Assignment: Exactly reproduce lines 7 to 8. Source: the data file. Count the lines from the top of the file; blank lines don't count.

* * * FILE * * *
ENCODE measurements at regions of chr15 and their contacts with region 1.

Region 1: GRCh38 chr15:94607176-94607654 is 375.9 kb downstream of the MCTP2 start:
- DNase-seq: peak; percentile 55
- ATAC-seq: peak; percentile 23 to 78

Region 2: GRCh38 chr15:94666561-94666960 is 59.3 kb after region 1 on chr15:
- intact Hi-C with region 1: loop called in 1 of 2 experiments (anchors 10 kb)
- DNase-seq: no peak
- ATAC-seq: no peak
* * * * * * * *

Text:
- DNase-seq: no peak
- ATAC-seq: no peak